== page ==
The global land rights group, Landesa, and UK government's Department for International Development (DFID) LEGEND Programme have launched the Resource Platform for Responsible Investments in Property and Land (RIPL) to help businesses, governments and communities navigate the land investment process and move towards more equitable and sustainable outcomes for all stakeholders
For companies doing business in the Global South, the land is vital to supply chains worth billions of dollars worldwide. For women, men and youth living in investment areas, the same land is a source of income, food, security, identity and shelter. When these competing interests come into contact, disputes are often inevitable – especially in the face of weak, overburdened, or nonexistent governance, or corruption.
The RIPL guidance draws upon field research in Ghana and Tanzania; case studies conducted on ongoing investments; Landesa’s experiences working with governments, communities and companies in our other work; and guidance developed by global partners, including the Interlaken Group, Grow Africa, Namati and USAID.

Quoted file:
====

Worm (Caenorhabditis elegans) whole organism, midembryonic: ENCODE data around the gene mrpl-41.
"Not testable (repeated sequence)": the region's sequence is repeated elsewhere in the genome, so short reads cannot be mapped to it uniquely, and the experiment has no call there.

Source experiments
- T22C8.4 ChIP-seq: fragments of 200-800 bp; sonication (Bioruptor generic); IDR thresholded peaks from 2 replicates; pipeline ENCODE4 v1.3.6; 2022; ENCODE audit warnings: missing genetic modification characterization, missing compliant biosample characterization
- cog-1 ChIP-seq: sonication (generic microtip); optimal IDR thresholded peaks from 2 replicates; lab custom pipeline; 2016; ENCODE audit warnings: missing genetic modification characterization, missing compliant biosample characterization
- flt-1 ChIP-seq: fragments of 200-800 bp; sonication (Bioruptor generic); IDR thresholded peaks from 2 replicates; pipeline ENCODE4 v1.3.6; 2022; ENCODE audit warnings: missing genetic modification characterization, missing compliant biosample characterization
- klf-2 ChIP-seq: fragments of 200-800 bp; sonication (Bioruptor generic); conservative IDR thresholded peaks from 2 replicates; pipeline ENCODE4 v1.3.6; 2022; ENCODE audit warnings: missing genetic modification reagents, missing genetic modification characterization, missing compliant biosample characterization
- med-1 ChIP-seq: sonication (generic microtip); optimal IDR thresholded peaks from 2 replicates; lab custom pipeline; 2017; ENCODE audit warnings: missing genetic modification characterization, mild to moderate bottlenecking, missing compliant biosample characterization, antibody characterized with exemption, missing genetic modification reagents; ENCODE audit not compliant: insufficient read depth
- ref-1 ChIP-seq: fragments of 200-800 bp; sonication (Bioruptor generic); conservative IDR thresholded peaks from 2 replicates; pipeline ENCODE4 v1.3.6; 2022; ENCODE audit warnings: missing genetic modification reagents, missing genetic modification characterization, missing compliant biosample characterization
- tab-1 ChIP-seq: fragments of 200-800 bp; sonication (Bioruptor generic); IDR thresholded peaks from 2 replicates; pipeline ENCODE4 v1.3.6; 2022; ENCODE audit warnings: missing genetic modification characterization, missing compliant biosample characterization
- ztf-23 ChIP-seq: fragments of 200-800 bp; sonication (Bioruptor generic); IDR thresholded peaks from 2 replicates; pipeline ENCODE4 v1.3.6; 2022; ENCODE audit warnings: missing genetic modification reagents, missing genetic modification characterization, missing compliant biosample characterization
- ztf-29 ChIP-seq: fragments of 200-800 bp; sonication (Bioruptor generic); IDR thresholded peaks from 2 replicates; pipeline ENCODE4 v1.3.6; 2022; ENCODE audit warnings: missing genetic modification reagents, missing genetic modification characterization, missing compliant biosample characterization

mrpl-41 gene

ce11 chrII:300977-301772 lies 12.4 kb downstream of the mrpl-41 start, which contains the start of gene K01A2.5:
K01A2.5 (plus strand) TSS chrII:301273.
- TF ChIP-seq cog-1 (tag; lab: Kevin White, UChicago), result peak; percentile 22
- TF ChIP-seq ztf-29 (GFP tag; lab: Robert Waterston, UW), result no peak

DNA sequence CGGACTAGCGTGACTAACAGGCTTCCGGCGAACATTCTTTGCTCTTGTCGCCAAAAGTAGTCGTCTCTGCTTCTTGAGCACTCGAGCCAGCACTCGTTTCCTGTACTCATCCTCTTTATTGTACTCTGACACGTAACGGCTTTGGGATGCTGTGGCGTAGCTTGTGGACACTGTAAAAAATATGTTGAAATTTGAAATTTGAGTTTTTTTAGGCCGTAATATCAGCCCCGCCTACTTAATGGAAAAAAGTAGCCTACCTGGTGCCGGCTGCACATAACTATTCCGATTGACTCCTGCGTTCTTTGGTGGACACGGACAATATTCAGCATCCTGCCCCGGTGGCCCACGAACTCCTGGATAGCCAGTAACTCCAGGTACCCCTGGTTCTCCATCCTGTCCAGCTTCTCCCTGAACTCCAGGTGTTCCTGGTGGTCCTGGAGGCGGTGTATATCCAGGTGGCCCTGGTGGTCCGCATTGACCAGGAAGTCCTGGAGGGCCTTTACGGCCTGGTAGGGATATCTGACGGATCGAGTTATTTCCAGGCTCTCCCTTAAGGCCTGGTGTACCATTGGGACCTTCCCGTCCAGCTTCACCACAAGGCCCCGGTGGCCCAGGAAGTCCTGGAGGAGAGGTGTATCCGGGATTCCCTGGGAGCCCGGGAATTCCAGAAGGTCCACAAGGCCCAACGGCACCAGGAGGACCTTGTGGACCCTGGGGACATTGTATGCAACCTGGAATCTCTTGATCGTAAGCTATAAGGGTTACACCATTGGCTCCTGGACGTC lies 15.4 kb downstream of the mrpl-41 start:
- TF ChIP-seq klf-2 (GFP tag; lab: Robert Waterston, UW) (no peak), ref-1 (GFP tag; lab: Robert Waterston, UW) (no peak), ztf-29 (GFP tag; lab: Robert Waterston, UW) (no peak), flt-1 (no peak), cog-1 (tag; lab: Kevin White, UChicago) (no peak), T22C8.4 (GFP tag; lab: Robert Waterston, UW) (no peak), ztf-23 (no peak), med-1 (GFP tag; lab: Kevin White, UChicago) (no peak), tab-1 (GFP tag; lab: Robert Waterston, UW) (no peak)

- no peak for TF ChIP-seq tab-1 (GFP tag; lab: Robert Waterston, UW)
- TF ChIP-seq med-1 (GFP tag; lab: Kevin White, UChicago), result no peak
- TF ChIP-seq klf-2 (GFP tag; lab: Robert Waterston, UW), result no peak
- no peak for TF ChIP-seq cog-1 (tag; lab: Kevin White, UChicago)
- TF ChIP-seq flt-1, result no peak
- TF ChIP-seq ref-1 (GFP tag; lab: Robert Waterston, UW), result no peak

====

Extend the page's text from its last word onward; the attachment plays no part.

“Land investments are unique, complex and often messy, and don’t respond well to a one-size-fits-all approach,” said Landesa CEO Chris Jochnick. “The RIPL Resource Platform was built to provide tailored, flexible guidance that can be adapted to local contexts, giving all stakeholders a roadmap for navigating the investment process. The guidance is essential and timely because failing to address land rights has consequences for everyone.”
Companies face significant reputational risk and can see profits dip as land disputes interrupt or delay projects, while families can find themselves displaced from ancestral lands of deep social and economic significance, often without consent or compensation.
Land investments can also inadvertently exacerbate entrenched inequalities between women and men farmers. And in the worst cases, people pay with their lives. A recent report by Global Witness and The Guardian found that at least 197 land defenders were murdered in 2017, often within the context of land investments gone awry.